Sometimes the process of putting art on a gallery wall can be almost as intensive as creating the art itself, especially at the LSU Museum of Art. With the recently opened exhibit for Neo-Expressionist painter, sculptor and printmaker Hunt Slonem, the LSU MOA team brings together striking and creative design and dynamic pieces to create a space that feels separated from the rest of the world.
Executive Director Daniel Stetson breaks down how the exhibit came together and the process of bringing immersive experiences to the museum.
What was the vision for the Hunt Slonem exhibit?
To give museum visitors an experience like no other museum exhibition. This exhibition was installed to give an impression of the design and character of Hunt Slonem’s Louisiana plantation homes. He has preserved two homes and added his own artistic touch to each by filling them up with antique furniture and objects and unique collections. Additionally, he places his own art in combination with earlier 19th-century portraiture over all the walls. We recreated that feeling in five rooms—an entry room, dining room, living room/parlor, bedroom/boudoir and dressing room. One of the most interesting features is that each room has a unique antique chandelier, which are installed to give the sense of character to each space.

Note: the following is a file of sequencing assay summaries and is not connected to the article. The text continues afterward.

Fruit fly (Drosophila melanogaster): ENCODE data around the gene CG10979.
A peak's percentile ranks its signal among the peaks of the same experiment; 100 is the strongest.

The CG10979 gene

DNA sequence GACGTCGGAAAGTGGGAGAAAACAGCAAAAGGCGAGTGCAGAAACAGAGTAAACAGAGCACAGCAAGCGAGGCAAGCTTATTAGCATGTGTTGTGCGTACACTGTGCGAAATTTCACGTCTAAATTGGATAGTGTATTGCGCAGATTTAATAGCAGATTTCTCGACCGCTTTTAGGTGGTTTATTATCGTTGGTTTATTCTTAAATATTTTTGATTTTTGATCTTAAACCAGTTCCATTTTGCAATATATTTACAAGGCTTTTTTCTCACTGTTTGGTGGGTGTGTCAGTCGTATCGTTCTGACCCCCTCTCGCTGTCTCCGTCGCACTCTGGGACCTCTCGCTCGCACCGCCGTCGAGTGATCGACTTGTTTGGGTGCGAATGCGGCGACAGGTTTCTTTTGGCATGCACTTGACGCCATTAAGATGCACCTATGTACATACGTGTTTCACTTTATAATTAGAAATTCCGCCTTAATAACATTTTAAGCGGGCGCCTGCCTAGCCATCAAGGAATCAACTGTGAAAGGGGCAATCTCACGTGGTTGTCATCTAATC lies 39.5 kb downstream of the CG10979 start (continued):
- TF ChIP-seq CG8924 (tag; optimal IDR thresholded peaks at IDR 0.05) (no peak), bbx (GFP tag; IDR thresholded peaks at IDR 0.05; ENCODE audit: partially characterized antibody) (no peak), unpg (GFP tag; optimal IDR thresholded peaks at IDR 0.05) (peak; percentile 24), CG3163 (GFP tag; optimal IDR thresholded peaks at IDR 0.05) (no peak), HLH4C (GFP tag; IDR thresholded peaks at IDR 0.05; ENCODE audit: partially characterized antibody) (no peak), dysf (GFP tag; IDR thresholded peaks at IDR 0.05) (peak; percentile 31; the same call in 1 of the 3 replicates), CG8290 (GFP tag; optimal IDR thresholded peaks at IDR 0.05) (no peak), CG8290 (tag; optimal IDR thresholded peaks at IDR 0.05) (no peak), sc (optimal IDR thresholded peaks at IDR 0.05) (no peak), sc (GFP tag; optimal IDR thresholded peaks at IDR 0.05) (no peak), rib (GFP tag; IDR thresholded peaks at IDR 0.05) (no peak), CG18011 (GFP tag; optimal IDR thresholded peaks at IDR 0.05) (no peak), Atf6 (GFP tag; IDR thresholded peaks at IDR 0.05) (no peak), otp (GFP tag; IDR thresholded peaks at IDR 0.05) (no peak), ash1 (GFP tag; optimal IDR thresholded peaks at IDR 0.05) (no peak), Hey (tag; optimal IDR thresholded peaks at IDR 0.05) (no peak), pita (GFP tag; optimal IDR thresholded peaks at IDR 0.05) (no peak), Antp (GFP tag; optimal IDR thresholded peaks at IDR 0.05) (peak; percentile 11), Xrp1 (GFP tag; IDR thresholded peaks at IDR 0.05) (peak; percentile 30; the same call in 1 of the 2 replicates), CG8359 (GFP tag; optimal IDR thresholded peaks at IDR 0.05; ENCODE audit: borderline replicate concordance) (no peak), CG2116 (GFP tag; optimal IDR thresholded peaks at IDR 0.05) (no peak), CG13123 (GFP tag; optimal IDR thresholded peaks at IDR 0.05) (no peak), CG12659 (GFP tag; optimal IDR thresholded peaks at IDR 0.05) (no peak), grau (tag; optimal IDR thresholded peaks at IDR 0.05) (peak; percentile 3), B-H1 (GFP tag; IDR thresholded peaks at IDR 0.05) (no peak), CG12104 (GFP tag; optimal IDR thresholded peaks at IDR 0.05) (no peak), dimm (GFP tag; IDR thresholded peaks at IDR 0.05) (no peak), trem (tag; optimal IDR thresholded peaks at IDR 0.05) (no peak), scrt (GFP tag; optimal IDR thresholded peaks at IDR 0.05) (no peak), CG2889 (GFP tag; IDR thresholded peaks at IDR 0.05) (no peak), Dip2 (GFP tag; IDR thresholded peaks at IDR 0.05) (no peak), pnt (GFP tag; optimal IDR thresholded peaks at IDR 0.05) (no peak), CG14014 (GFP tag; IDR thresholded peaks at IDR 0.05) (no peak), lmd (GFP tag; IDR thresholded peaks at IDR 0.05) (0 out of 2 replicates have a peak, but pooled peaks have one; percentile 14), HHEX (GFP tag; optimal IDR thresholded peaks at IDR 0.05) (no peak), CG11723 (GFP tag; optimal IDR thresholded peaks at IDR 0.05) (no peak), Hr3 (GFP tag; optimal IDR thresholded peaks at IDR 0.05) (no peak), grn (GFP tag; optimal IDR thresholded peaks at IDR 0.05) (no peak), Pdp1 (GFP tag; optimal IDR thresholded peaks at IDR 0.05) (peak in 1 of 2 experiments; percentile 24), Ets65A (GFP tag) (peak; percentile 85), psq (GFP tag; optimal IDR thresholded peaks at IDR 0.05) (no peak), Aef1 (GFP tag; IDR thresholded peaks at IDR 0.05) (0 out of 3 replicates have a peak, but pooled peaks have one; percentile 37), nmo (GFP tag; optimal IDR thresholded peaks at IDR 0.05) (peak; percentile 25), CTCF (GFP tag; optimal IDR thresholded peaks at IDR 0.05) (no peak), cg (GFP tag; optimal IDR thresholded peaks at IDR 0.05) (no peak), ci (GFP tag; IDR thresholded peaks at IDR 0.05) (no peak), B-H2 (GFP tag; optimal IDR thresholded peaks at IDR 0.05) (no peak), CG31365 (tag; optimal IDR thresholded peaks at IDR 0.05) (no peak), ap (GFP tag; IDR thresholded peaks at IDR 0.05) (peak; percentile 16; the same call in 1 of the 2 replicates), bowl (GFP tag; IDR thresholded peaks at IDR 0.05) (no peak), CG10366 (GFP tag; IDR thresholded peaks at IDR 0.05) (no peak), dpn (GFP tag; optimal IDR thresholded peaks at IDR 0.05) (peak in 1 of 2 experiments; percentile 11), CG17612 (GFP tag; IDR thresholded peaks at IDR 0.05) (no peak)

A ton of moving pieces—how did they all come together?
This was a complicated yearlong process of curation and selection of materials from many lenders in the region and from the artist, too. The coordination of the pickup and delivery and installation of these works is a testament to our hard-working staff, guest curator Sarah Clunis of Xavier University of Louisiana, and many other people [who] assisted right up until the opening. Each room had to be prepared with special paint colors and mouldings and drapes and chandeliers, which had to be put up before we could even begin the complicated process of the installation of the furniture and paintings.
How do you think the exhibit reflects and showcases Slonem’s art?
This exhibition gives the feeling of visiting someone’s home. The salon-style hanging of works and the artist’s various subjects are explored as a survey of works since the 1980s until now. His various themes are shown—bunnies, butterflies, birds, historic figures, mystics and landscapes amongst them. The very full walls and richly appointed rooms/galleries are a feast for the eyes.
What is the key to making exhibitions like this memorable?
Honoring the artists’ intent and being thoughtful for the visitors—the many
audiences possible—drives each exhibition’s design and layout. Being creative as museum artists adds fun and purpose to the job, but most importantly adds value and meaning to the work we do. When an installation is done right it looks like no one broke a sweat. Behind the scenes and ahead of time a lot of work goes into a successful installation.
“Hunt Slonem: Antebellum Pop!” continues at LSU Museum of Art through Aug. 5. lsumoa.org